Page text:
Dispensing surgical dressings in your office improves outcomes, improves patient satisfaction, and can result in tremendous profits.  The main surgical dressings that can be dispensed include:

With so many to choose from, it can be difficult to select the best option.  In the first of this blog series intended to help with that selection, we investigate foam dressings.

Drainage Matters

AMERX® Foam Dressing is highly absorbent, which helps us with heavily draining wounds.  Excessive drainage can contribute to maceration, infection, and other complications.  Foam dressings can help prevent these complications and maintain a healthy wound environment even in the face of heavy drainage.  Venous leg ulcers often present with the volume of drainage that necessitates a foam dressing.  Foam dressings are also particularly useful in situations where a dressing may need to be left in place for multiple days, as foam can handle multiple days’ worth of drainage.  This may occur following a procedure or when the patient relies on assistance for dressing changes and availability of that assistance is limited.

Combining with Other Dressings

Foam dressings can serve as either a primary dressing or a secondary dressing.  Foam serves as a primary dressing when it is applied directly to the wound bed.  It can serve as a secondary dressing when it covers and secures a primary dressing in place.  For example, collagen powder as the primary dressing and foam as the secondary dressing are often dispensed together for wounds with moderate drainage.  The requirements for the wound to have moderate to heavy drainage and to be Stage III or IV apply to foam as both a primary dressing and a secondary dressing.

Documentation Requirements

Beyond establishing medical necessity, the documentation must also illustrate that the wound being treated has “moderate to heavy” drainage and is a Stage III or Stage IV wound.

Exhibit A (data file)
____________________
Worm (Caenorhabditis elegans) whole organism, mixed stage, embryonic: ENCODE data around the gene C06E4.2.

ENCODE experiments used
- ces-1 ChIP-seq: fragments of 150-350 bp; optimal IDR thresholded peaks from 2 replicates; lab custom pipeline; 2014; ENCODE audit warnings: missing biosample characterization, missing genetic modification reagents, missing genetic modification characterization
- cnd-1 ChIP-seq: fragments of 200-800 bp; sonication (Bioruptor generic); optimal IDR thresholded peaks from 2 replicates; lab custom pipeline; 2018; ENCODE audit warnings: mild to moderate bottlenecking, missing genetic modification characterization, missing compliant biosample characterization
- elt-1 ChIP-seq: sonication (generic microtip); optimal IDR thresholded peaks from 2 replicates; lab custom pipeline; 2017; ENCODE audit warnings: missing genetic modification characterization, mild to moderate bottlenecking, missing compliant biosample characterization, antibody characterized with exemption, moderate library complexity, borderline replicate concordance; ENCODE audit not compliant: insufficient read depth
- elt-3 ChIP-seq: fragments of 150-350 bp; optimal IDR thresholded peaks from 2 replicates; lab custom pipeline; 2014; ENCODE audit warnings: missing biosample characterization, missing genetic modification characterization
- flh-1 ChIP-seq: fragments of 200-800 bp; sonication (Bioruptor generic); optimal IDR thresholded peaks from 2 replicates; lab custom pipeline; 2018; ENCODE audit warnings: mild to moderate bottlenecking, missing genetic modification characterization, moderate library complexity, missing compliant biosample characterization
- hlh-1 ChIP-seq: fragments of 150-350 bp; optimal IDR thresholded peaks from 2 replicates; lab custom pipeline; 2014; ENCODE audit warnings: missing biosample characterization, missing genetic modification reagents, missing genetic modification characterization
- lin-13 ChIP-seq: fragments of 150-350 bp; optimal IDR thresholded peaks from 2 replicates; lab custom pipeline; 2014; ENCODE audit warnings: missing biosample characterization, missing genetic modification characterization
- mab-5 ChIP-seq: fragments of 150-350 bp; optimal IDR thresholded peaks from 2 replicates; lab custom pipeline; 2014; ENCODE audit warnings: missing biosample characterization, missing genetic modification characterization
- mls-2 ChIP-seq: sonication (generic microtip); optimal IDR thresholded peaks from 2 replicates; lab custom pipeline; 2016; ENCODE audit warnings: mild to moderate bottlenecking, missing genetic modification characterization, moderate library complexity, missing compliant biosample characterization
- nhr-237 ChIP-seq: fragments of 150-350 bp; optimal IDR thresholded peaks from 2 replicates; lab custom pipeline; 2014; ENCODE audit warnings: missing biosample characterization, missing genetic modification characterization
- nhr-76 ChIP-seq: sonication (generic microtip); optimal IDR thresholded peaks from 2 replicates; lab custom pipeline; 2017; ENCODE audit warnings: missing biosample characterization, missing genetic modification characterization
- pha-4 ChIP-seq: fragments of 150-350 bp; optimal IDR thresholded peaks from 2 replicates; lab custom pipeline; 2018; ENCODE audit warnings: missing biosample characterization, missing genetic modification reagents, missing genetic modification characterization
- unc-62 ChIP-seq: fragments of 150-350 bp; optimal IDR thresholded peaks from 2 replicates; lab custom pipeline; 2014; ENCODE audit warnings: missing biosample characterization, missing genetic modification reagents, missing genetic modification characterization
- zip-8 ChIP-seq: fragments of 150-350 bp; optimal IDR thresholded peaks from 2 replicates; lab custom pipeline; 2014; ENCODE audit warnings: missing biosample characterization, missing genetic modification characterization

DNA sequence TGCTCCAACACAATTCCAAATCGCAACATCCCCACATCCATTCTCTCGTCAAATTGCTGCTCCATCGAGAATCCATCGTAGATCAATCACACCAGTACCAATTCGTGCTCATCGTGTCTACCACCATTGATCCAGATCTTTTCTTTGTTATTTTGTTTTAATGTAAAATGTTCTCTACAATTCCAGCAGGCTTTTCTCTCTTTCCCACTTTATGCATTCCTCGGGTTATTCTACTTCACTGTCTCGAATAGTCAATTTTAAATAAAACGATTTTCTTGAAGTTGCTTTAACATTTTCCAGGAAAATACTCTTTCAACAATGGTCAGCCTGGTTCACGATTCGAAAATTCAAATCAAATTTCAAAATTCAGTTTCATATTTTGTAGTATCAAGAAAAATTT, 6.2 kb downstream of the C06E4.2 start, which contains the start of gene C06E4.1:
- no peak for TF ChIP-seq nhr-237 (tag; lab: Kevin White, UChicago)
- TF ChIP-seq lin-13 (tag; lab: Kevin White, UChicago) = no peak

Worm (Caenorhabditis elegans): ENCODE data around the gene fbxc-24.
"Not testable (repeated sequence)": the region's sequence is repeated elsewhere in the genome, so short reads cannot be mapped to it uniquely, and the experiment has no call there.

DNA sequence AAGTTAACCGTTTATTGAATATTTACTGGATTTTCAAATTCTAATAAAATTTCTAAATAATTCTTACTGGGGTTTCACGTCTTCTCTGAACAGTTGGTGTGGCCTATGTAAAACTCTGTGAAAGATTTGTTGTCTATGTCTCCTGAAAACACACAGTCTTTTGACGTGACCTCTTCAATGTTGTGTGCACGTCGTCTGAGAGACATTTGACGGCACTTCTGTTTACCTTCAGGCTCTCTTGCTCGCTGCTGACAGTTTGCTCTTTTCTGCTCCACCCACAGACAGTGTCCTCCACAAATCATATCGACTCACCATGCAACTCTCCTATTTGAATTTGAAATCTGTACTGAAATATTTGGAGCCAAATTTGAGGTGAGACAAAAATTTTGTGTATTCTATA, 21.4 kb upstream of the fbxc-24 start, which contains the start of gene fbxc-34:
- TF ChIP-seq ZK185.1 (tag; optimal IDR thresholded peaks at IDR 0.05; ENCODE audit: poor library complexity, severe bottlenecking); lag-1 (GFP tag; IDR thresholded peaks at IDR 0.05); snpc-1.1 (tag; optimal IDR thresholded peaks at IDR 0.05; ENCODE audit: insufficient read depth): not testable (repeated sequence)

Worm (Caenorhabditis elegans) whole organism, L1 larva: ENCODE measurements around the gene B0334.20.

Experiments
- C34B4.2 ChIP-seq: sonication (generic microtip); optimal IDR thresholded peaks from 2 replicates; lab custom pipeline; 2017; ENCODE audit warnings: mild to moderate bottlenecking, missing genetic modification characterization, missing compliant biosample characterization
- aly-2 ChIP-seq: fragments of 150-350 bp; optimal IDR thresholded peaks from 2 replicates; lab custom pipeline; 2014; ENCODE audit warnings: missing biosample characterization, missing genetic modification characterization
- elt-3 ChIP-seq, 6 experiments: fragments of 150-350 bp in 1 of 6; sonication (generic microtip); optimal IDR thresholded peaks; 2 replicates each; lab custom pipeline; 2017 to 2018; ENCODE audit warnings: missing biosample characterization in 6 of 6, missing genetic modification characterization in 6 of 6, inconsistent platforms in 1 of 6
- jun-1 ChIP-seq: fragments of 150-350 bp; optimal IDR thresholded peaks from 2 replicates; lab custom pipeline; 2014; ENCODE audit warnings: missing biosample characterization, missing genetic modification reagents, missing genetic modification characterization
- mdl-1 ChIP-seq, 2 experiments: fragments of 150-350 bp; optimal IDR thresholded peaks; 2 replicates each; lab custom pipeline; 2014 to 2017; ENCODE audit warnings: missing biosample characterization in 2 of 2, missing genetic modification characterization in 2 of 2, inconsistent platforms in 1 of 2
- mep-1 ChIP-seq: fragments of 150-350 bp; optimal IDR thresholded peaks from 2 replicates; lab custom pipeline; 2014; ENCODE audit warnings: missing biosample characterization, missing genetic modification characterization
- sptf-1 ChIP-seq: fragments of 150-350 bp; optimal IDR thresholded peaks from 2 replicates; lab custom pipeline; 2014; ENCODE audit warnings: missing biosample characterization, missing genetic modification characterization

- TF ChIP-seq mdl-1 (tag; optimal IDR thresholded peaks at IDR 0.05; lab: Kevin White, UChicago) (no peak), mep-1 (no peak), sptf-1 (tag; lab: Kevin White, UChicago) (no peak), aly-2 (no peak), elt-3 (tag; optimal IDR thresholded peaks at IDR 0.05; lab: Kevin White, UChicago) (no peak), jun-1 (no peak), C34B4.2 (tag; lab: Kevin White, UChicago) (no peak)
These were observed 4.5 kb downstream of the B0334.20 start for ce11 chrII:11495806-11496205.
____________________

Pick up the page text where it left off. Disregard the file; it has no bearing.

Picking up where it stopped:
Foam is NOT covered if:

  • the note does not indicate the Staging of the wound
  • if the documentation indicates a Stage I or II wound is being treated.

Even after payment is made, recoupments can occur if inadequate or inconsistent documentation is discovered later.

In Conclusion

Foam is highly absorbent, can serve as a primary or secondary dressing, and is appropriate for Stage III and Stage IV wounds with moderate to heavy drainage.

DISCLAIMER: The information provided here is intended to educate health care providers regarding compliance for ICD, CPT, and HCPCS coding. The information provided does not guarantee reimbursement and is accurate to the best of our knowledge at the time of this publication. Coding guidelines can change and we encourage you to stay up to date. The existence of a code does not guarantee payment.

Choosing the Right Dressings Part 2
Dr. Jeffrey D. Lehrman, DPM, FASPS, MAPWCA, CPC
Dr. Jeffrey D. Lehrman, DPM, FASPS, MAPWCA, CPC

Dr. Lehrman is in private practice in Fort Collins, CO and operates Lehrman Consulting, LLC. He is a Diplomate of the American Board of Foot and Ankle Surgery, Fellow of the American Society of Podiatric Surgeons, and is recognized as a “Master” by the American Professional Wound Care Association. He is a Fellow of the American Academy of Podiatric Practice Management and an Expert Panelist on Codingline. In his role as a Consultant to the APMA Health Policy and Practice Department, Dr. Lehrman serves as an advisor to the APMA Coding Committee and the APMA MACRA Task Force. Dr. Lehrman sits on the board of directors of both the American Professional Wound Care Association and the American Society of Podiatric Surgeons. He is also on the editorial advisory board of the journal WOUNDS.